Considering these factors, we conclude that summary judgment was properly granted as to the claims. The fact that Appellee pursued or initiated actions, both civil and criminal, in an attempt to recover the monies that she had loaned to Appellant, resulting in unfavorable publicity to Appellant and adversely affecting his position at the University, does not create a genuine issue of material fact as to Appellee's intent to interfere with Appellant's continued employment at the University. While Appellee, in her attempts to recoup the funds loaned to Appellant, did contact the University's president on one occasion, Appellant has not demonstrated a genuine issue of material fact on the question of whether it was reasonably probable that his contract with the University would have been renewed in the absence of this one contact. See Glenn v. Point Park College, 441 Pa. 474, 480-81, 272 A.2d 895, 898-99 (1971). As to Appellee's alleged interference with potential contractual relationships with other universities, we cannot conclude that Appellant has raised a genuine issue of material fact. In the newspaper article relied upon by Appellant, Appellee merely commented on her dissatisfaction with the district attorney's failure to pursue the criminal charges lodged against Appellant. The newspaper's decision to publish that article and interview Appellee in the process, as well as the resultant publicity, does not raise a genuine issue of material fact as to the intent on the part of Appellee to interfere with any potential contractual relationships being pursued by Appellant.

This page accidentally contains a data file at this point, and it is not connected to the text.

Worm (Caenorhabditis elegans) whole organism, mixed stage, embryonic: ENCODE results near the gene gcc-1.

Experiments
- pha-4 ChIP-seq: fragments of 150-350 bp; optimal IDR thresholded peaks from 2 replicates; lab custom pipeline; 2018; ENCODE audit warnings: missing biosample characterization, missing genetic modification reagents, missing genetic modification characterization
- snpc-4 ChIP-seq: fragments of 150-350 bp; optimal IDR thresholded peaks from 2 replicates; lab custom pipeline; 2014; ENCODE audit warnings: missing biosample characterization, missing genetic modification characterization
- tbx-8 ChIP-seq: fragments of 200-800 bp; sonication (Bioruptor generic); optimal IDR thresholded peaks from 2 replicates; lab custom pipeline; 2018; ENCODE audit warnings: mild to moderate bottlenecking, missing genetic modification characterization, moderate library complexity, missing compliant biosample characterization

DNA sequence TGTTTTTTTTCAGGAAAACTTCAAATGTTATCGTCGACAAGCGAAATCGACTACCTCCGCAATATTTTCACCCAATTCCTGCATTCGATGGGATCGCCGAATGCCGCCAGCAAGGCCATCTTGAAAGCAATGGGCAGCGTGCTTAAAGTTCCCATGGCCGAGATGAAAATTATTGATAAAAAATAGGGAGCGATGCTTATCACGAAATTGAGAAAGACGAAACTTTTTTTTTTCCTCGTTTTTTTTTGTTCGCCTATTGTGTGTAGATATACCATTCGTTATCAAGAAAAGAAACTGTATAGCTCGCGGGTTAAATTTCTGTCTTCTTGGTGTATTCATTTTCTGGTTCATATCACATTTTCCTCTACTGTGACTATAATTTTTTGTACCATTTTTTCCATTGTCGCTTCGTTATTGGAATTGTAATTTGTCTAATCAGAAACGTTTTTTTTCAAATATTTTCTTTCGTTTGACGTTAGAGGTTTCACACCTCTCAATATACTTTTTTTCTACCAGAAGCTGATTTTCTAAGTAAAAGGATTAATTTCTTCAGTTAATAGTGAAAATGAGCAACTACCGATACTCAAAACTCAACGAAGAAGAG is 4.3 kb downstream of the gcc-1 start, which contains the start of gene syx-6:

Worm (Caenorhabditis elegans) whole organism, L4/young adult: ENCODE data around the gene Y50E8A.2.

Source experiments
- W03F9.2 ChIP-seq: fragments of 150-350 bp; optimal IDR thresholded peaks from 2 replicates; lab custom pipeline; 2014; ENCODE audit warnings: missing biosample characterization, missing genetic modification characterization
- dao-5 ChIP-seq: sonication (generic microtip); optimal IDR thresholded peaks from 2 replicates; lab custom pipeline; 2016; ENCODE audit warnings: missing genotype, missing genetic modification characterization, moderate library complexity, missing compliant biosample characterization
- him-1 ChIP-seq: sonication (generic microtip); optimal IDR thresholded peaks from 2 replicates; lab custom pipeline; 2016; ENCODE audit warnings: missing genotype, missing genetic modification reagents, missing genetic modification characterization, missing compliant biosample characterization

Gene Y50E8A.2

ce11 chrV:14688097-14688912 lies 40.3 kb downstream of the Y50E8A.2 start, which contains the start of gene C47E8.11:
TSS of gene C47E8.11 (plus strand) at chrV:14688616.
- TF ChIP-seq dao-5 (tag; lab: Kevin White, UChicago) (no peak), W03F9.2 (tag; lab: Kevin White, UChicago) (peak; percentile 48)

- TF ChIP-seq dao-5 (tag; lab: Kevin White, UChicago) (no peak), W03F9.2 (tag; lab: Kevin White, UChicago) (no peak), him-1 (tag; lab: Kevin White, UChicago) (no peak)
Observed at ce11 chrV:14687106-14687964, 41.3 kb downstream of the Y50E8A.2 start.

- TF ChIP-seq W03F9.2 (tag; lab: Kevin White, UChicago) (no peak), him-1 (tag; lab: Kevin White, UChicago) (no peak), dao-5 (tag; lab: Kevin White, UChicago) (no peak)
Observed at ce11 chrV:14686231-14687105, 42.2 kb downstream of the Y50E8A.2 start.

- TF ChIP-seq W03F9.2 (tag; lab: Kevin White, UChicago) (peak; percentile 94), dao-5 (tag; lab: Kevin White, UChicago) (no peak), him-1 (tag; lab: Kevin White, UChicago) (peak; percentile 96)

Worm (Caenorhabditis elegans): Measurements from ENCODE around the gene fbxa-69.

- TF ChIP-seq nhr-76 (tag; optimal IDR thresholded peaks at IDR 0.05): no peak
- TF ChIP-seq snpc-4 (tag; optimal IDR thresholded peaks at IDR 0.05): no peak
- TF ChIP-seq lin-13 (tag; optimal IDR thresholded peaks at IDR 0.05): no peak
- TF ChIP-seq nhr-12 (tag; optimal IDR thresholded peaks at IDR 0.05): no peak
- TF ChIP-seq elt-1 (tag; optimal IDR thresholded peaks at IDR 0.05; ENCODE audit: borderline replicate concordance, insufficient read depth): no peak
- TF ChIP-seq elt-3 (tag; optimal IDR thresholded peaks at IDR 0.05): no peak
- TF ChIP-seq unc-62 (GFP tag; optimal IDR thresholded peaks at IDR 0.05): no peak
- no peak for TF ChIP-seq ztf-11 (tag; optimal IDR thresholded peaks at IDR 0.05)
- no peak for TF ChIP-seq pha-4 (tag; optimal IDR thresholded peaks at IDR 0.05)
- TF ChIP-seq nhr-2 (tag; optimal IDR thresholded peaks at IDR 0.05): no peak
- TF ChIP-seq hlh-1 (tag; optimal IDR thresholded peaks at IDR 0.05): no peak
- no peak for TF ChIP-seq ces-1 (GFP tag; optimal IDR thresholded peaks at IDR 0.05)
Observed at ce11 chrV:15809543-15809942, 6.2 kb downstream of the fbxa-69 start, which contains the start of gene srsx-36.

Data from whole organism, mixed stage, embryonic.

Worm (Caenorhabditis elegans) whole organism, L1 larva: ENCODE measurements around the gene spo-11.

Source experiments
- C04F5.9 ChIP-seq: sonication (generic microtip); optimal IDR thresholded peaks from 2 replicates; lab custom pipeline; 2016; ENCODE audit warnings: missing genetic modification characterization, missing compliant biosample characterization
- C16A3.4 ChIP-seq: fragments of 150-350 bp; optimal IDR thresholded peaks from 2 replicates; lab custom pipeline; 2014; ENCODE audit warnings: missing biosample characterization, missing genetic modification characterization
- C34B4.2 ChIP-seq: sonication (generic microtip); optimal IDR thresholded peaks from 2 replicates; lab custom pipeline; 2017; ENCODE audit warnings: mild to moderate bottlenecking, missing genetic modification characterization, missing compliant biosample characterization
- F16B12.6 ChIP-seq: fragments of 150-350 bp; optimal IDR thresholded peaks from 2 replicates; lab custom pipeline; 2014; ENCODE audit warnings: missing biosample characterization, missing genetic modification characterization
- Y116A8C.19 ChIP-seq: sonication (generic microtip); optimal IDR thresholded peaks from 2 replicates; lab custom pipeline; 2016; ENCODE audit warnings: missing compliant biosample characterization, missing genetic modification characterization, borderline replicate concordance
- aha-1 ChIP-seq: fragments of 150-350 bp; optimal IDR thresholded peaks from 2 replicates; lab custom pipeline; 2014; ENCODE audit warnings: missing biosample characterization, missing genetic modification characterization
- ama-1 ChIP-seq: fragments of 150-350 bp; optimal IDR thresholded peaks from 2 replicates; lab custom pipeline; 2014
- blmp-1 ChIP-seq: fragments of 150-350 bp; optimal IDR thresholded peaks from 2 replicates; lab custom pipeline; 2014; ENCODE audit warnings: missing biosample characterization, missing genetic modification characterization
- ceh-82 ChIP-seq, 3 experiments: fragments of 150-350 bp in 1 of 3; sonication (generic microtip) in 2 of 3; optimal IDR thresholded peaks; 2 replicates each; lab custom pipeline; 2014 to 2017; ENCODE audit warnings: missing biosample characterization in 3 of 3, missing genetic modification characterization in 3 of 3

The dismissal of counts five and six against the University by way of the grant of its preliminary objections in the nature of a demurrer, as well as the dismissal of count seven against the University in which Appellant asserted promissory estoppel and the trial court granted summary judgment, may be addressed together because, as a result of negotiations regarding the cessation of his employment, Appellant signed a release with the University. The release provided that, in consideration of the sum of $120,000.00, Appellant agreed to relinquish all causes of action, suits, contract rights, agreements, promises and judgments against the University. Contrary to Appellant's assertion on appeal, he has not created a genuine issue of material fact as to the invalidity of the release on the ground that he executed it under both economic and physical duress.
The effect of a release is determined by the ordinary meaning of the language contained therein. Buttermore v. Aliquippa Hospital, 522 Pa. 325, 328, 561 A.2d 733, 735 (1989). A release not procured by fraud, duress, or mutual mistake is binding between the parties. Lanci v. Metropolitan Insurance Company, 388 Pa. Super. 1, 4-6, 564 A.2d 972, 974 (1989). At his deposition, Appellant expressed the pressure he was facing to sign the release as follows:
it would be a normal person's evaluation that if you take the record, the pressure of the publicity in the newspaper, the pressure of interference in a contractual summation of one's career, by outsiders, alerted by the agents of the university, that you have a depressed person.